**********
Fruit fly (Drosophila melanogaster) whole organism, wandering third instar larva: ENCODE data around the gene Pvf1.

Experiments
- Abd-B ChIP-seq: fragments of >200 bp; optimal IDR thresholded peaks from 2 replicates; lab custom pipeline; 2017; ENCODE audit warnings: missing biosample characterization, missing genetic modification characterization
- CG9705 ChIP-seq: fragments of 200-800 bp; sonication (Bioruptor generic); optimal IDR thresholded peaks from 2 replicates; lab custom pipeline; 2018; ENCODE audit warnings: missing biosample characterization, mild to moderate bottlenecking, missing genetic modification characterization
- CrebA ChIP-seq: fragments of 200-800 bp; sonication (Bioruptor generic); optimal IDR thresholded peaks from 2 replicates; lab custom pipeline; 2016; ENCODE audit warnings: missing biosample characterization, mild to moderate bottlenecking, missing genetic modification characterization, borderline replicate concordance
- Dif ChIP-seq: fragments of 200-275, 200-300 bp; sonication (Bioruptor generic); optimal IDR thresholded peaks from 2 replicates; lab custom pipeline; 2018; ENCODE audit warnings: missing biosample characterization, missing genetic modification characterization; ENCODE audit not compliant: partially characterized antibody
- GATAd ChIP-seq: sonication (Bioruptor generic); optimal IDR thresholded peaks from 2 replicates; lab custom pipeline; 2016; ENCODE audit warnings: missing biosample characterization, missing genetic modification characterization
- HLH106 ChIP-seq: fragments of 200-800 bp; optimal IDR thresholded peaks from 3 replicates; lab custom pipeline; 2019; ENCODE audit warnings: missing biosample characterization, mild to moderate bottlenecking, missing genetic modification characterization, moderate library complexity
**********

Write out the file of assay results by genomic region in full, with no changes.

Fruit fly (Drosophila melanogaster) whole organism, wandering third instar larva: ENCODE data around the gene Pvf1.

Experiments
- Abd-B ChIP-seq: fragments of >200 bp; optimal IDR thresholded peaks from 2 replicates; lab custom pipeline; 2017; ENCODE audit warnings: missing biosample characterization, missing genetic modification characterization
- CG9705 ChIP-seq: fragments of 200-800 bp; sonication (Bioruptor generic); optimal IDR thresholded peaks from 2 replicates; lab custom pipeline; 2018; ENCODE audit warnings: missing biosample characterization, mild to moderate bottlenecking, missing genetic modification characterization
- CrebA ChIP-seq: fragments of 200-800 bp; sonication (Bioruptor generic); optimal IDR thresholded peaks from 2 replicates; lab custom pipeline; 2016; ENCODE audit warnings: missing biosample characterization, mild to moderate bottlenecking, missing genetic modification characterization, borderline replicate concordance
- Dif ChIP-seq: fragments of 200-275, 200-300 bp; sonication (Bioruptor generic); optimal IDR thresholded peaks from 2 replicates; lab custom pipeline; 2018; ENCODE audit warnings: missing biosample characterization, missing genetic modification characterization; ENCODE audit not compliant: partially characterized antibody
- GATAd ChIP-seq: sonication (Bioruptor generic); optimal IDR thresholded peaks from 2 replicates; lab custom pipeline; 2016; ENCODE audit warnings: missing biosample characterization, missing genetic modification characterization
- HLH106 ChIP-seq: fragments of 200-800 bp; optimal IDR thresholded peaks from 3 replicates; lab custom pipeline; 2019; ENCODE audit warnings: missing biosample characterization, mild to moderate bottlenecking, missing genetic modification characterization, moderate library complexity